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Poet, translator, and editor Rosmarie Waldrop has been a forceful presence in American and international poetry for over forty years. Born in Germany in 1935, Waldrop studied literature and musicology at the University of Würzburg and the University of Freiburg before immigrating to the United States in the late 1950s. She received a PhD from the University of Michigan in 1966. While at the University of Michigan, Waldrop married poet and translator Keith Waldrop. In 1961 the Waldrop’s began Burning Deck Magazine. The magazine evolved into Burning Deck Press, one of the most influential publishers for innovative poetry in the United States. She has lived in Providence, Rhode Island since 1968 and has taught at Wesleyan, Tufts, and Brown. Her most recent book of poetry is Gap Gardening: Selected Poems.

Ben Lerner has received fellowships from the Fulbright, Guggenheim, and MacArthur Foundations, among other honors. He recently edited Keeping / the window open, a volume of Keith and Rosmarie Waldrop’s writing, published by Wave Books.

pages: 240

format: paperback

isbn: 978-1-948980-01-2

publication date: October 1, 2019

The Hanky of Pippin's Daughter

Rosmarie Waldrop

“Rosmarie Waldrop’s haunting novel, superbly intelligent, evocative and strange, reverberates in the memory for a long time, a song for the dead, a judgment.” Angela Carter

Introduction by Ben Lerner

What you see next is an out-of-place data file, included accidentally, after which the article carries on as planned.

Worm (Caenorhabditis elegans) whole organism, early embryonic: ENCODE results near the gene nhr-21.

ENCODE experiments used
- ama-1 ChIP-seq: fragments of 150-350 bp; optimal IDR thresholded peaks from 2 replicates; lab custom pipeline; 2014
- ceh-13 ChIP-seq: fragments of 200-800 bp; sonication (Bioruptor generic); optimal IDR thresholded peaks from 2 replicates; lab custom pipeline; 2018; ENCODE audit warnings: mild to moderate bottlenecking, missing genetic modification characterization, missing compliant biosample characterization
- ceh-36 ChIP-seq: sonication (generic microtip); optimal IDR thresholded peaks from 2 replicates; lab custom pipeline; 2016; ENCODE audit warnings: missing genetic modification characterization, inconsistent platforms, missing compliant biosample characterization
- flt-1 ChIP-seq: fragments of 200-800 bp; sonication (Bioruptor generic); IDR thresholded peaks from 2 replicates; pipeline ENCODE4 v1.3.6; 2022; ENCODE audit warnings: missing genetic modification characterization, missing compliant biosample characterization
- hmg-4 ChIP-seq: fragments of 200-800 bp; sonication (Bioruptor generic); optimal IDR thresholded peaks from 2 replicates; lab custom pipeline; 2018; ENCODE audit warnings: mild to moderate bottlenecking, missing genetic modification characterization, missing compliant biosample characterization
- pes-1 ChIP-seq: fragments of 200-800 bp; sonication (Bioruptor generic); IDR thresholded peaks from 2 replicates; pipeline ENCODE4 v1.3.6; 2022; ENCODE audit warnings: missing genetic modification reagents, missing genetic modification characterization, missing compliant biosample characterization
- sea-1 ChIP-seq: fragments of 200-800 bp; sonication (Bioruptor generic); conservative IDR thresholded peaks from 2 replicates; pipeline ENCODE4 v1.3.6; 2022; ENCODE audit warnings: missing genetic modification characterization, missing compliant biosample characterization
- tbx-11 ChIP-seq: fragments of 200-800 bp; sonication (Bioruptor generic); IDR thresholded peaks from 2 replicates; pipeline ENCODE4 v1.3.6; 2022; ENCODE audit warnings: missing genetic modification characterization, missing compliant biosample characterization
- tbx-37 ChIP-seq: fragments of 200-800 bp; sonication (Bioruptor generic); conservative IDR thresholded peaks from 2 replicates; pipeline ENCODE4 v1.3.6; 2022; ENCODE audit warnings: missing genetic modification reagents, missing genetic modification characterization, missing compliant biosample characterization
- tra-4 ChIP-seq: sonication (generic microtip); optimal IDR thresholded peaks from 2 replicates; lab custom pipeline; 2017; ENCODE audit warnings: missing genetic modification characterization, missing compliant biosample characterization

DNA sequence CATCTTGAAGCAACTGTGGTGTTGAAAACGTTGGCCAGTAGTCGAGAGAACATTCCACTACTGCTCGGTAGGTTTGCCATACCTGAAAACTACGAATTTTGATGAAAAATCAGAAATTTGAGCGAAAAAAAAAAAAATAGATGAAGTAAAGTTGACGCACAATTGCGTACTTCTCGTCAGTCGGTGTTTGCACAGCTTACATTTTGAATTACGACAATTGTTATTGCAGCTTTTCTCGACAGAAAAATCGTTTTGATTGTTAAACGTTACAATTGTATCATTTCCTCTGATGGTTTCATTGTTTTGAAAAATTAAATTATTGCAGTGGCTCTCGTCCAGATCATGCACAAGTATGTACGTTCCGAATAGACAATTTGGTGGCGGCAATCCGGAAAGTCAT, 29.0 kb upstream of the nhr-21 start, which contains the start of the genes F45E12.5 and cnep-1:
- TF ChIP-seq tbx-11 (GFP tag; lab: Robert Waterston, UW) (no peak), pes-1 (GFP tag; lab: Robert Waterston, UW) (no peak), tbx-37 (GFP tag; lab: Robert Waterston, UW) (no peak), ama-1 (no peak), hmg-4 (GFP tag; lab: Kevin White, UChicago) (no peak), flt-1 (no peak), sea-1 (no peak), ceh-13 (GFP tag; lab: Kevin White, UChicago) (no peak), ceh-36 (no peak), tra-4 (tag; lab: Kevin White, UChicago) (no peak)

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Read Ben Lerner’s Introduction to the book at The New Yorker.

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“Wonderfully, relentlessly absorbing, Hanky’s several overlapping tales leave one marvelling at the beauty, economy, and humor with which Waldrop interweaves the complex tensions of Hitler’s Germany in a family drama of repeated infidelity. Delightfully rich and bawdy and as strong-willed as its characters.” Lydia Davis

“[T]he whole novel forms a poetic sequence from which a discourse about origins—psychological, legendary and historic—unfolds. . . Readers will find in this ambitious, at times brilliant fiction a passionate articulation of a painful and guilt-ridden memory.” The New York Times

“This lyrical first novel continues the experimentalism that has been Waldrop’s trademark . . . a stunning work.” Library Journal

Hanky is lush, lyric, and darkly funny. It’s an iconic addition to the Dorothy family.” Nate McNamara, Lit Hub

“Rosmarie Waldrop is best known for her wonderful poetry and translations. Now she should be known for her prose fiction, The Hanky of Pippin’s Daughter is an extraordinary book.” Dallas Wiebe, Small Press Review 

“Waldrop’s gratifyingly complex novel . . . powerfully models the desire, and the moral responsibility, to know one’s history.” Publishers Weekly

“In probing longings, dissatisfactions, betrayals in the life of a German family, it is Germany itself—its ambivalence in regard to its unresolved past—that is being examined in Rosmarie Waldrop’s supremely intelligent novel. The Hanky of Pippin’s Daughter is a remarkable achievement.” Walter Abish

“A work of fiction written unmistakably by a poet . . . a novel rare for its evocation of the early experience of its protagonist, who grows up in the Germany of Hitler’s era, and of the unique womanhood she eventually creates for herself after the Second World War and far beyond her native Germany. The resonance of even the title of Rosmarie Waldrop’s first venture into fiction—The Hanky of Pippin’s Daughter—suggests the qualities of this novel.” John Hawkes